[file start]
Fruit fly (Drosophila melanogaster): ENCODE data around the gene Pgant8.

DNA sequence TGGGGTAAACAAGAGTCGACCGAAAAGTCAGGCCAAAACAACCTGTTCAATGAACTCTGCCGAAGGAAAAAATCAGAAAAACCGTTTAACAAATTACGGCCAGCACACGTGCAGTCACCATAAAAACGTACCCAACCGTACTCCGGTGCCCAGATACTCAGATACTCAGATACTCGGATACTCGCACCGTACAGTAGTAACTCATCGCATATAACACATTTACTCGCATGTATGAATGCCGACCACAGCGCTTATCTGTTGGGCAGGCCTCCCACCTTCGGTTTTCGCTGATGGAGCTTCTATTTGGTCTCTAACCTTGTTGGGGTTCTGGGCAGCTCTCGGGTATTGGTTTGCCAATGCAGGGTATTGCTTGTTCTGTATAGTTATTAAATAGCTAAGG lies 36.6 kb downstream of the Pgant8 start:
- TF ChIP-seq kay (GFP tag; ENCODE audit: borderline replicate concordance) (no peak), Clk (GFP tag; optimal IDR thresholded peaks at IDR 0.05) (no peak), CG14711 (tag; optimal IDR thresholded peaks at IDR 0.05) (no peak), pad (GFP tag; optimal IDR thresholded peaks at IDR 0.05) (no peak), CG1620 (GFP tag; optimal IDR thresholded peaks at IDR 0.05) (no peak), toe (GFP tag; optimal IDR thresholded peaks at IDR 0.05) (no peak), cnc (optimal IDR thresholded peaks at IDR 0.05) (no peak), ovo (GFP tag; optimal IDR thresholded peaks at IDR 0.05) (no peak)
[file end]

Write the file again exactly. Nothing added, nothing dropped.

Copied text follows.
Fruit fly (Drosophila melanogaster): ENCODE data around the gene Pgant8.

DNA sequence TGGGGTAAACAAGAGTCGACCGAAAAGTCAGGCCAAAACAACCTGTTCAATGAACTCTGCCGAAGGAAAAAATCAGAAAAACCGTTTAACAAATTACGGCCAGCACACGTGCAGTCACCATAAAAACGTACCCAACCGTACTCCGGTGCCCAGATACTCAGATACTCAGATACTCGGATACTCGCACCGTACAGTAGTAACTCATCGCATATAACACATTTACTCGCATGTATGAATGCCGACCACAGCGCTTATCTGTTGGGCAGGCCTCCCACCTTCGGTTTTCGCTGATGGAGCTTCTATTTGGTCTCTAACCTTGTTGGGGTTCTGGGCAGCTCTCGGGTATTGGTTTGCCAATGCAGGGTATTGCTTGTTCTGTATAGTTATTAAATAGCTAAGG lies 36.6 kb downstream of the Pgant8 start:
- TF ChIP-seq kay (GFP tag; ENCODE audit: borderline replicate concordance) (no peak), Clk (GFP tag; optimal IDR thresholded peaks at IDR 0.05) (no peak), CG14711 (tag; optimal IDR thresholded peaks at IDR 0.05) (no peak), pad (GFP tag; optimal IDR thresholded peaks at IDR 0.05) (no peak), CG1620 (GFP tag; optimal IDR thresholded peaks at IDR 0.05) (no peak), toe (GFP tag; optimal IDR thresholded peaks at IDR 0.05) (no peak), cnc (optimal IDR thresholded peaks at IDR 0.05) (no peak), ovo (GFP tag; optimal IDR thresholded peaks at IDR 0.05) (no peak)